Offshore Wind: A New Habitat?
A new study examining offshore wind turbines in the North Sea has found that these turbines increase biodiversity in their regions by providing a habitat for keystone species. Specifically, these turbines provide a habitat for the blue oyster, which provide critical habitat services of water filtration, concentration of nutrients, and increase of species diversity.
Given the significant habitat destruction occurring due to human activities, it is critical to provide artificial structures for the creation of biodiversity. By providing these pathways for species to rebound, we can offset some of the harms to the environment resulting from human-caused climate change. Further, these structures serve the primary function of generating energy contributing to carbon dioxide pollution. Lowering carbon dioxide in the atmosphere will further strengthen the ability of organism to survive.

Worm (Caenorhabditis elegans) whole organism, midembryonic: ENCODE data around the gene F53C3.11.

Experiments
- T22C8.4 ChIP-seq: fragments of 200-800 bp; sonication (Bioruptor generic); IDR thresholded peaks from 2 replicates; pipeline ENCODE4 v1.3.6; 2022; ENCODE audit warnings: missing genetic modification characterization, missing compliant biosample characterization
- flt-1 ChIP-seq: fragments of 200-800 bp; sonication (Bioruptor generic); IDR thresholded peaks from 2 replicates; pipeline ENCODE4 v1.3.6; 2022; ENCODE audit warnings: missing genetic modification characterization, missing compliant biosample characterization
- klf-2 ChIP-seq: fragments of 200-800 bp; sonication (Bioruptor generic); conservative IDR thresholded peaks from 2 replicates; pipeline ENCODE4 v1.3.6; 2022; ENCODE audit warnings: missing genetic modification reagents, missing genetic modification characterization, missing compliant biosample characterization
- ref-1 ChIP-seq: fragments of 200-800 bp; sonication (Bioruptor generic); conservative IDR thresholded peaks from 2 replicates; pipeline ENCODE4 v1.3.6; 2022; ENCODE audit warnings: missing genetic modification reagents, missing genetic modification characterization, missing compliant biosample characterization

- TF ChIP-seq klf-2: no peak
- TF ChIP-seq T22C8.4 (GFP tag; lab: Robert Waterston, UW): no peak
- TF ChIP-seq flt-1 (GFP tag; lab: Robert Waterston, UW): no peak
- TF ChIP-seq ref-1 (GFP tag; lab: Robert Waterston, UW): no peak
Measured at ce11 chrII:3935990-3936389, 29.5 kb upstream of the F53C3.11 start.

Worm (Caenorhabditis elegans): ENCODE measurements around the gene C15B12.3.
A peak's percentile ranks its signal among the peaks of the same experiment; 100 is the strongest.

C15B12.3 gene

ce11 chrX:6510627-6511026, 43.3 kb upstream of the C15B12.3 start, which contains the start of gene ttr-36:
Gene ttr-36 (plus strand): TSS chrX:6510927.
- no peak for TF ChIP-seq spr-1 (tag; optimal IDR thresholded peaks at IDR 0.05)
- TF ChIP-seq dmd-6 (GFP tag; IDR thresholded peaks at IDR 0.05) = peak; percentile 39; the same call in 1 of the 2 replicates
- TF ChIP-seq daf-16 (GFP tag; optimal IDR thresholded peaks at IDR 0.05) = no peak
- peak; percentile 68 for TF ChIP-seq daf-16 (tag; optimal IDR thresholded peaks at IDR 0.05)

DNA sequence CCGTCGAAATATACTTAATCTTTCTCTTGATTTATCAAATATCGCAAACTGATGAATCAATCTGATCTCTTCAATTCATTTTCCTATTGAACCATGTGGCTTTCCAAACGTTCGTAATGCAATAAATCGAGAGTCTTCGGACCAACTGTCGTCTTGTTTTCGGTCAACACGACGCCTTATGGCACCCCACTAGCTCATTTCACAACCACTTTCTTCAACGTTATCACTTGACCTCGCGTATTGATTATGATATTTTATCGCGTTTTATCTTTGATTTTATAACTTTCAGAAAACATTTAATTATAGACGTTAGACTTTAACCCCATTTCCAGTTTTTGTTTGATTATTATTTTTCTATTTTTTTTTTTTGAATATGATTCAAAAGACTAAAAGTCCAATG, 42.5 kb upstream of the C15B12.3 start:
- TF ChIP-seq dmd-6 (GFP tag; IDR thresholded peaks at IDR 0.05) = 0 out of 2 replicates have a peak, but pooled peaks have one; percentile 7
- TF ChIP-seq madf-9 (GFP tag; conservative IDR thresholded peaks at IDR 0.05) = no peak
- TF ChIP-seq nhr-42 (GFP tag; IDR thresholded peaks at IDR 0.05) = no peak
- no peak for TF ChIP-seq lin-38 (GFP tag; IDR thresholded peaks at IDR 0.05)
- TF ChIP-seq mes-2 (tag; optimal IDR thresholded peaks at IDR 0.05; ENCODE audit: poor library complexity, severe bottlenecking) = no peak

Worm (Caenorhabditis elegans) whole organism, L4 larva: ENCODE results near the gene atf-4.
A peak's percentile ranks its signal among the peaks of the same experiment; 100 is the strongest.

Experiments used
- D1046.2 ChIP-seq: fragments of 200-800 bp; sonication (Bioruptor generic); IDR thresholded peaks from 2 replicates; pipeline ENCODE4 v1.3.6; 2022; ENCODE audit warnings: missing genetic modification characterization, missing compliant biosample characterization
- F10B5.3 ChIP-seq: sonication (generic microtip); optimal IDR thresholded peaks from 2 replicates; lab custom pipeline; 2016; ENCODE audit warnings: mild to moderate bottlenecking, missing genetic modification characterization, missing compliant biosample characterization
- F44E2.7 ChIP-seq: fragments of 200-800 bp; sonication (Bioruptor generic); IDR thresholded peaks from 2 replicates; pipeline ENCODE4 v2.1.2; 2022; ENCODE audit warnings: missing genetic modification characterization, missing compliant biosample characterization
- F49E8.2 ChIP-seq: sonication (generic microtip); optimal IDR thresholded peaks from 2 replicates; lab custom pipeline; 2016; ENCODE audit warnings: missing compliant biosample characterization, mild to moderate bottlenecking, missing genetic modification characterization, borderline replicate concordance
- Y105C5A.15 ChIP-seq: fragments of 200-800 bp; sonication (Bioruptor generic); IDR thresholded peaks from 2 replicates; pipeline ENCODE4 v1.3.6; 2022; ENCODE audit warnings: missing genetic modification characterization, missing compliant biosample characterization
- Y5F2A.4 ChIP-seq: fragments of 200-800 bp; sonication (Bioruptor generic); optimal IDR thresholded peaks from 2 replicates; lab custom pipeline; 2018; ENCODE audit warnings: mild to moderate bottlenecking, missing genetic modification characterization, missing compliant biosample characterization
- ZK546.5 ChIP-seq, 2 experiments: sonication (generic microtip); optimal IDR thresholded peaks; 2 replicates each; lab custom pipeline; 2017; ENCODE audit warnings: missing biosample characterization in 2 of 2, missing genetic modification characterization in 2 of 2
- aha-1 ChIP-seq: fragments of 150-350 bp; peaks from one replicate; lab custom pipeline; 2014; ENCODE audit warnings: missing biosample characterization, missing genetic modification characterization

Where offshore wind energy is placed, it is important to disallow fishing from the region in order to receive the added benefit of species diversity. The noise, pollution, and species disturbances caused by fishing near offshore wind turbines offsets any potential benefit resulting from the introduction of keystone species.
This study contributes to a growing body of literature indicating that renewable energy sources have multiple ancillary benefits beyond that of generating clean energy. By increasing focus on renewable energy, we may also be able to offset some of the harmful symptoms to the environment of an increasingly changed climate.